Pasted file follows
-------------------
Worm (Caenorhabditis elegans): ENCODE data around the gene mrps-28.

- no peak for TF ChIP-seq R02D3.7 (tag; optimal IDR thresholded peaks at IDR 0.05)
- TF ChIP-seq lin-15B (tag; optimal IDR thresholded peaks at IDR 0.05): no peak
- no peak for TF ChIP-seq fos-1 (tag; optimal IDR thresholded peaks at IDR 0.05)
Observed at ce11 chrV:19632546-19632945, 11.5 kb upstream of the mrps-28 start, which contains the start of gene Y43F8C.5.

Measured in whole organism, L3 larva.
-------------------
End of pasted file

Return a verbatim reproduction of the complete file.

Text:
Worm (Caenorhabditis elegans): ENCODE data around the gene mrps-28.

- no peak for TF ChIP-seq R02D3.7 (tag; optimal IDR thresholded peaks at IDR 0.05)
- TF ChIP-seq lin-15B (tag; optimal IDR thresholded peaks at IDR 0.05): no peak
- no peak for TF ChIP-seq fos-1 (tag; optimal IDR thresholded peaks at IDR 0.05)
Observed at ce11 chrV:19632546-19632945, 11.5 kb upstream of the mrps-28 start, which contains the start of gene Y43F8C.5.

Measured in whole organism, L3 larva.